fall soups: what we’ve been eating

Happy October! Autumn turns our little farm into a golden-hued, hazy dream. As September’s light fades, the colors go from bronze to orange, and we’re all enchanted. Baskets of freshly picked apples and pumpkins brought in from the garden sit in my kitchen, for which I am grateful. We definitely know that fall has knocked on our door when we see the soups and pies make their way to our table. These soups are our favorites around here, and I think they’ll soon be your favorites too!

Vegetarian Lentil Stew

Since I grew up in Spain and lentils are a staple, I introduced them to our family pretty early on. They ask for this lentil stew so often! I usually make it with a ham bone, but meatless is great too. It does well in the freezer, and we eat it with muffins or just baguette slices with pats of butter. This is on the menu for Monday : )


Zuppa Toscana

This is Nathan’s favorite soup of all time. Eva and Isabel have been making it the last couple of times because it always tastes good no matter what : ) Really, we’ve been skipping the onion and sometimes the cream, and it’s still so succulent.


Butternut Squash Soup

photo credit: wholefoodsmarket.com

This soup is very mild and super delicious! I prefer this recipe over other butternut soup ones, because it doesn’t have the added cream. Cream is yummy, but sometimes I want something lighter. We serve it with biscuits or paninis so everyone stays full. Our whole family eats it even though the children wouldn’t say they enjoy eating butternut roasted or cooked in other ways. I’ve also frozen it with good success. A great soup to cook once and eat twice!


White Bean and Smoked Sausage Stew

This soup is as easy as a meal can get. You can’t beat SEVEN ingredients and a pot that does all the work for you in no-time! I love to serve this white bean and smoked sausage stew hot in generous portions with fresh crusty bread. It makes wonderful leftovers and freezes very well.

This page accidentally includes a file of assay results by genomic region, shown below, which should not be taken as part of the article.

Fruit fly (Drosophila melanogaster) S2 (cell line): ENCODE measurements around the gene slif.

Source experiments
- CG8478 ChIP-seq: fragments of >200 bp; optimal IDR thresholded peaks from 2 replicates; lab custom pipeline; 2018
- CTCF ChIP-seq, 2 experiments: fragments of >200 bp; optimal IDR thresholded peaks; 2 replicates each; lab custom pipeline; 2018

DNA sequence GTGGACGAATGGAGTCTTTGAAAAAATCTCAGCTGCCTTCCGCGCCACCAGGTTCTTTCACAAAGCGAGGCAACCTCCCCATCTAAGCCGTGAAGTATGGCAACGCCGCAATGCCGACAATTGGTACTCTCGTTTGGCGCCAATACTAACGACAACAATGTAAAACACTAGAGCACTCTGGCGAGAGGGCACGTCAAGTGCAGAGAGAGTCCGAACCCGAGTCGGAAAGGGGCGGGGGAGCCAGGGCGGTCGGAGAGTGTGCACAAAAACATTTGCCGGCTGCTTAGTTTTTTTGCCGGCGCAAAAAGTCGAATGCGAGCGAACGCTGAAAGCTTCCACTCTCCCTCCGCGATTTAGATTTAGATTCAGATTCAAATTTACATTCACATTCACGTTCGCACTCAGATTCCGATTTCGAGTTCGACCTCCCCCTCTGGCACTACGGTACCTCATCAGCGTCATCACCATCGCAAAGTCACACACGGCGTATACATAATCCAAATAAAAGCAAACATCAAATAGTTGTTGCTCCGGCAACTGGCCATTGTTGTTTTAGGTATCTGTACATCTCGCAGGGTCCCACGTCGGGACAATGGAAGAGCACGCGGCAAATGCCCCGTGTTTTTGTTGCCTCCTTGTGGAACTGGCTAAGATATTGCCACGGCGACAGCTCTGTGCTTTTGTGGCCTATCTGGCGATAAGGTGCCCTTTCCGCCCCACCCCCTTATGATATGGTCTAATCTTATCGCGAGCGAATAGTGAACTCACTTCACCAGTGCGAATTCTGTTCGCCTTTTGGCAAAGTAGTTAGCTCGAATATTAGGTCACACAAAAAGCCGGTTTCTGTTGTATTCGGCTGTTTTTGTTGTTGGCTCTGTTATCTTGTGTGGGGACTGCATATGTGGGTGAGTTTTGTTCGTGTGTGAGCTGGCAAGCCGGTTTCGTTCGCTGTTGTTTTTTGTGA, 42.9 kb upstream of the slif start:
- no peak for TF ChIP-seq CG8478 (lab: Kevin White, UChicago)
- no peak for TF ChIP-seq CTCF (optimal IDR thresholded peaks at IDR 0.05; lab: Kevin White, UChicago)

Potato Soup

two bowls of potato soup on a wood cutting board with a blue and white towel to the left
photo credit: farmhouseonboone.com

We all love this soup! This recipe is vegetarian if you skip the bacon as a topping. Our family likes the color, texture, and taste of gold potatoes, which is what we use in the recipe. I often make it on a Saturday afternoon to have ready when we come back from church on Sunday. I serve it with biscuits and call it a day. Since it’s his favorite, Alexander has made this potato soup for us the last few times. It’s really satisfying and flavorful. I have never frozen potato soup, but let me know if you have.

Do you enjoy soups as much as we do? I love preparing them in the morning and either just letting them slow cook in the dutch oven, turn the Instant Pot on and forget about it (it will stay on warm mode for the rest of the day), or even making the soup a couple days in advance (because we all know they taste better t hens to day). Now that the older children are starting to help in the kitchen, soups are a great place for them to begin. Bonus: they’re a one pot meal!

Enjoy a hearty and healthy bowl of goodness!

 from our farmhouse kitchen with love, Damaris


farm update: early fall

Pigs

Alexander bought two shoats (weaned piglets) on Memorial Day when they were just a few weeks old. He takes care of their fencing, feeding, and a little back scratching too. He makes sure their water tank is full and that they have shelter. He plans to take them to the processor around Christmas or after the New Year. This is his business now, and he’s doing great with it.


Llama

Larry is almost 6 years old, and he’s so watchful. He’s been our shepherd for over four years, and we have never had coyotes in the barnyard. Even through laming season, we’ve been so grateful for his presence among the sheep. When neighbors walk their dog down the road or ride their horses, he’s always on the alert and lopes to the fence line staring down the passersby.


Sheep

We recently sold five rams and will be looking for a mature ram in the near future. We currently have 14 ewes in the pasture and 4 going to the processor soon. Eva manages the flock. She feeds them morning and evening, keeps their water tank full and clean, and gives them fresh hay bales. Eva also keeps and eye on any pregnant ones. She loves and dreads when lambing season starts. Eva’s really quite astute with the sheep, and we trust her judgement and responsibility.


Chicks!

We have 14 chicks that will be egg layers in a few months. Isabel takes care of the chicks keeping them warm with a heat lamp and safe in the pen in the barn. They eat like there’s no tomorrow, so she fills their feeder often and water too. They’ll join the 17 hens and 2 roosters in the chicken tractor in the next couple of weeks. William takes care of the chickens. He opens the coop at dawn, makes sure they have feed and water, and he closes the coop after dusk. Sometimes he remembers to add straw to the nesting boxes. Isabel and Providence gather eggs daily after lunch. Nora washes the eggs and puts them in egg cartons. When we sell farm fresh, pastured eggs, the profits go to lots of different hands.


Kittens!